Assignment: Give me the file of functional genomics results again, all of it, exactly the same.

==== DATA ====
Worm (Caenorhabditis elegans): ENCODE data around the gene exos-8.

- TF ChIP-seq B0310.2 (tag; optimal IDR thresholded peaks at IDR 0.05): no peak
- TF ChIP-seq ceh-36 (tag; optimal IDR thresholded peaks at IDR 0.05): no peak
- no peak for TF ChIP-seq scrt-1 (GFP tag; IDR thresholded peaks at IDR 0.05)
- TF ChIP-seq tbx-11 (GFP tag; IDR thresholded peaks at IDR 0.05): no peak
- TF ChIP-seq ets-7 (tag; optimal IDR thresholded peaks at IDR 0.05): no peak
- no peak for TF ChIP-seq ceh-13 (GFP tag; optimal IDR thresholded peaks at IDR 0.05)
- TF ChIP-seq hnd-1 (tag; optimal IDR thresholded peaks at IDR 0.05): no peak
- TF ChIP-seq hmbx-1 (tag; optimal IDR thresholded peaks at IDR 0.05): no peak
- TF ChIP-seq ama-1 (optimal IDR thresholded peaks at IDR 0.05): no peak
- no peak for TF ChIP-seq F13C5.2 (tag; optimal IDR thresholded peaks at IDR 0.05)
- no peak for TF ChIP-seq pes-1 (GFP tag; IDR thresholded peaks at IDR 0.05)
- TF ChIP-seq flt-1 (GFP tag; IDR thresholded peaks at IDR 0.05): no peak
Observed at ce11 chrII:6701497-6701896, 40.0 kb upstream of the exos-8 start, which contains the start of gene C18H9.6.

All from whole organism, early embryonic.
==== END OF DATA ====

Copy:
Worm (Caenorhabditis elegans): ENCODE data around the gene exos-8.

- TF ChIP-seq B0310.2 (tag; optimal IDR thresholded peaks at IDR 0.05): no peak
- TF ChIP-seq ceh-36 (tag; optimal IDR thresholded peaks at IDR 0.05): no peak
- no peak for TF ChIP-seq scrt-1 (GFP tag; IDR thresholded peaks at IDR 0.05)
- TF ChIP-seq tbx-11 (GFP tag; IDR thresholded peaks at IDR 0.05): no peak
- TF ChIP-seq ets-7 (tag; optimal IDR thresholded peaks at IDR 0.05): no peak
- no peak for TF ChIP-seq ceh-13 (GFP tag; optimal IDR thresholded peaks at IDR 0.05)
- TF ChIP-seq hnd-1 (tag; optimal IDR thresholded peaks at IDR 0.05): no peak
- TF ChIP-seq hmbx-1 (tag; optimal IDR thresholded peaks at IDR 0.05): no peak
- TF ChIP-seq ama-1 (optimal IDR thresholded peaks at IDR 0.05): no peak
- no peak for TF ChIP-seq F13C5.2 (tag; optimal IDR thresholded peaks at IDR 0.05)
- no peak for TF ChIP-seq pes-1 (GFP tag; IDR thresholded peaks at IDR 0.05)
- TF ChIP-seq flt-1 (GFP tag; IDR thresholded peaks at IDR 0.05): no peak
Observed at ce11 chrII:6701497-6701896, 40.0 kb upstream of the exos-8 start, which contains the start of gene C18H9.6.

All from whole organism, early embryonic.